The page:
Chamber Champions Devolution Deal: A Pathway to Empowerment for North East

A photograph of the Tyne Bridge in Newcastle taken during the day from the river Tyne.

The North East England Chamber of Commerce has urged local and combined authorities to prioritise businesses in the establishment of the North East Mayoral Combined Authority (NEMCA). In a letter supporting the North East devolution deal consultation, the Chamber emphasised the region’s businesses’ priorities, needs, and concerns.

Chamber Chief Executive John McCabe noted the business community’s unanimous support for the new settlement. McCabe stated, “Our members believe that wider, deeper devolution in the North will benefit the entire region through stronger institutions, increased collaboration, and additional powers to drive robust, equitable growth.”

The expanded devolution settlement, encompassing seven local authorities across Northumberland, County Durham, and Tyne and Wear, could potentially bring £4.2 billion in investments, create 17,500 new jobs, and leverage £3.7 billion in private sector investments.

The Chamber’s submission views the devolution deal as a solid step towards local decision-making by individuals who best understand the region. This would enable more flexible and innovative responses to local needs. The Chamber recommends that the new combined authority prioritise transport and skills investments across the seven local authority areas and ensure a prominent business voice in new governance arrangements.

The proposed combined authority will encourage collaborative efforts across the North East and enable decisions that benefit the entire region while considering the unique characteristics of its towns, cities, coastal, and rural areas.

McCabe added that businesses are committed to driving growth, and the devolution deal provides the opportunity for the North East to have control over the foundations of future growth. Collaboration and communication with businesses and locals will enable the combined authority to understand community needs, and Chamber members eagerly anticipate engaging with the new authority.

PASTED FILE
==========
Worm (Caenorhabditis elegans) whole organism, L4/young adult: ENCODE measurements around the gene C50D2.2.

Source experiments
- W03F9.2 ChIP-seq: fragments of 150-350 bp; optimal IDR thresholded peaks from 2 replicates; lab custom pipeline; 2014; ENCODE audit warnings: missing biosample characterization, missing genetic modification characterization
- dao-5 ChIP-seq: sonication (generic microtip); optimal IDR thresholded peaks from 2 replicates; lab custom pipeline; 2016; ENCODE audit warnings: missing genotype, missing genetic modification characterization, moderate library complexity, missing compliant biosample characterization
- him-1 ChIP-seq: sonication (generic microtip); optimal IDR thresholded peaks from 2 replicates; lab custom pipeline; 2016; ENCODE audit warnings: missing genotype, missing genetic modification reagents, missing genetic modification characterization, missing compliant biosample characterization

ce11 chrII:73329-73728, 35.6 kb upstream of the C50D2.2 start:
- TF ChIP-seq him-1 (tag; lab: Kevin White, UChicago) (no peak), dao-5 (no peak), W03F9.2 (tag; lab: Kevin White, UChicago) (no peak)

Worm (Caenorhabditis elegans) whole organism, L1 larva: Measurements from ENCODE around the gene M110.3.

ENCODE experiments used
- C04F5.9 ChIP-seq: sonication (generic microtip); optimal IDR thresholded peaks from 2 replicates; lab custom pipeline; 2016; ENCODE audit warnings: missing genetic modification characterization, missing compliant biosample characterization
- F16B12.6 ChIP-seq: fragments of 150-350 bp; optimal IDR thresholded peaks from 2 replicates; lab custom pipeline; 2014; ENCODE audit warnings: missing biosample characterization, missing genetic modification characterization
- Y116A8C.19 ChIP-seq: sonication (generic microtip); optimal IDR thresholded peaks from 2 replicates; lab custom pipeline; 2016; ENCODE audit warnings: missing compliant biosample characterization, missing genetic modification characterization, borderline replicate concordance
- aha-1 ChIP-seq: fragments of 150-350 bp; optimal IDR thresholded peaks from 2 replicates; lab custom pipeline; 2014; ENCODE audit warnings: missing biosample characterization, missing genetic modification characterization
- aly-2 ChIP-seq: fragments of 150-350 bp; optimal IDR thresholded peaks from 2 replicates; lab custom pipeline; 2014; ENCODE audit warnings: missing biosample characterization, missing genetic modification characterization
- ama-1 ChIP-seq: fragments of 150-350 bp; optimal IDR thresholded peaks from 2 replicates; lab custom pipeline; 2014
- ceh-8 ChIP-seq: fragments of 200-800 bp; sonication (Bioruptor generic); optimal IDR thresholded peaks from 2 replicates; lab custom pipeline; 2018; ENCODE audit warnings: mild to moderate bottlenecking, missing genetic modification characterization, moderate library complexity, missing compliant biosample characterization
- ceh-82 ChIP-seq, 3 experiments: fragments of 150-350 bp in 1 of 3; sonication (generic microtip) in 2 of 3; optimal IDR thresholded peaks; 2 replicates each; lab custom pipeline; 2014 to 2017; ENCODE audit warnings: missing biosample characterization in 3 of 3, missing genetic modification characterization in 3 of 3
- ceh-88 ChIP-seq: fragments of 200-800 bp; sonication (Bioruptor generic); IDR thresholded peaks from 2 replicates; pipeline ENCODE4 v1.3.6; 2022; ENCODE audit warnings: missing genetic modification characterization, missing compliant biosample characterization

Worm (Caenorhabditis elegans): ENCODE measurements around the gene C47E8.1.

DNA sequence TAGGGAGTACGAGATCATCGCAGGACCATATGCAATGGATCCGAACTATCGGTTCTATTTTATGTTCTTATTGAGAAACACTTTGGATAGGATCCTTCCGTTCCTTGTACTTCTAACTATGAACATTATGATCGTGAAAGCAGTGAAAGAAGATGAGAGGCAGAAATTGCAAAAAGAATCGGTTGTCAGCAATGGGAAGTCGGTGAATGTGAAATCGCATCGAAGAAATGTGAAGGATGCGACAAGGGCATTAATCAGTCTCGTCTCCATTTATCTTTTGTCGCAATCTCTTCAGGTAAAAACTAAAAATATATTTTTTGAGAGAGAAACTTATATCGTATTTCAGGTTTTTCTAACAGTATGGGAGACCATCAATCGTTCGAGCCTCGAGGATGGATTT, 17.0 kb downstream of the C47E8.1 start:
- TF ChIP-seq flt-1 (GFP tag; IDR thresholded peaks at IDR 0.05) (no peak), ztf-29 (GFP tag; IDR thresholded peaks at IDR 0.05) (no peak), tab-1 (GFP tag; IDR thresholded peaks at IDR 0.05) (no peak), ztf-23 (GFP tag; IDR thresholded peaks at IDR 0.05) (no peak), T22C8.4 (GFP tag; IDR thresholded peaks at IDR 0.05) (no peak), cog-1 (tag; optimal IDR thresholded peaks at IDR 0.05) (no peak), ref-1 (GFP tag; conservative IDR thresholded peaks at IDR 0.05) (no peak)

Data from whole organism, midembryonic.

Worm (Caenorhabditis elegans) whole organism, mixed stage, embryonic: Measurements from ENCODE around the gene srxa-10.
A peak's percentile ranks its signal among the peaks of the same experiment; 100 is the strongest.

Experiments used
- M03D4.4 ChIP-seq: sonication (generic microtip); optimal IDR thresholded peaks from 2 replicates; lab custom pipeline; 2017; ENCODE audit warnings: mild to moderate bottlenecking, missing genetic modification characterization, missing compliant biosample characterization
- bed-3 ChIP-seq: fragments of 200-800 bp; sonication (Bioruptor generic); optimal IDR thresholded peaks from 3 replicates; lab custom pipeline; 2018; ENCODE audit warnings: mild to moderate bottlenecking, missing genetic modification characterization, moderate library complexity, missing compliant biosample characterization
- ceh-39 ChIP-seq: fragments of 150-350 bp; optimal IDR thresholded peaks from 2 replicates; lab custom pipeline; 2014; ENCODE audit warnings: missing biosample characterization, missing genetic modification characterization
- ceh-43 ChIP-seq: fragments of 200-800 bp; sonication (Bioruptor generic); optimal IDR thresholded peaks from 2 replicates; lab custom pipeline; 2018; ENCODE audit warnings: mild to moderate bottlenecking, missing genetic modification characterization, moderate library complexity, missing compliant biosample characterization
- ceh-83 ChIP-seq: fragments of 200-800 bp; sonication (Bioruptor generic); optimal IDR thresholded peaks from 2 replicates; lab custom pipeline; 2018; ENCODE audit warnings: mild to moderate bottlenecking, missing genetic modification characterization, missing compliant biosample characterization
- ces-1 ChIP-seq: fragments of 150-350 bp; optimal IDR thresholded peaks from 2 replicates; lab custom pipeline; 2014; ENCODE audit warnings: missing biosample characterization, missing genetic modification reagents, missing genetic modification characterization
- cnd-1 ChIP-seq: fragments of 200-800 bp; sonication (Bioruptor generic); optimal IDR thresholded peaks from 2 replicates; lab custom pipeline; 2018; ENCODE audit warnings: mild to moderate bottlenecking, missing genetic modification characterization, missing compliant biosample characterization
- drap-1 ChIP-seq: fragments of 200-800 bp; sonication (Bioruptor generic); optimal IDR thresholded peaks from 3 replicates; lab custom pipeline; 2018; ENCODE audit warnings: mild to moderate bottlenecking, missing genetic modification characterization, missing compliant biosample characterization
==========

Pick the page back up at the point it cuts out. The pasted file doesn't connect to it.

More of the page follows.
The Chamber is currently working on understanding the skills system requirements of regional employers and will deliver Local Skills Improvement Plans (LSIPs) in the North of Tyne area and Tees Valley. The LSIPs will demonstrate that investment in affordable, integrated transport infrastructure and private sector partnerships will connect people with opportunities and drive inclusive economic growth.

Thomas Lonsdale, Chamber Knowledge and Research Executive, expressed enthusiasm for the region’s potential to take control of key decisions and the opportunity for the North East to take on more responsibilities. Lonsdale stated that the Chamber is committed to furthering the fairness, equality, and inclusivity objectives that underpin the deal.

Upon its establishment, the new authority, which will serve approximately two million residents, will have the power to make decisions regarding transport, skills, housing, finance, and economic development. The potential deal does not involve any changes to existing councils. A Mayoral election is expected in May 2024, followed by the formation of the new authority. The existing North of Tyne Combined Authority (NTCA) and the separate North East Combined Authority (NECA) would be dissolved.


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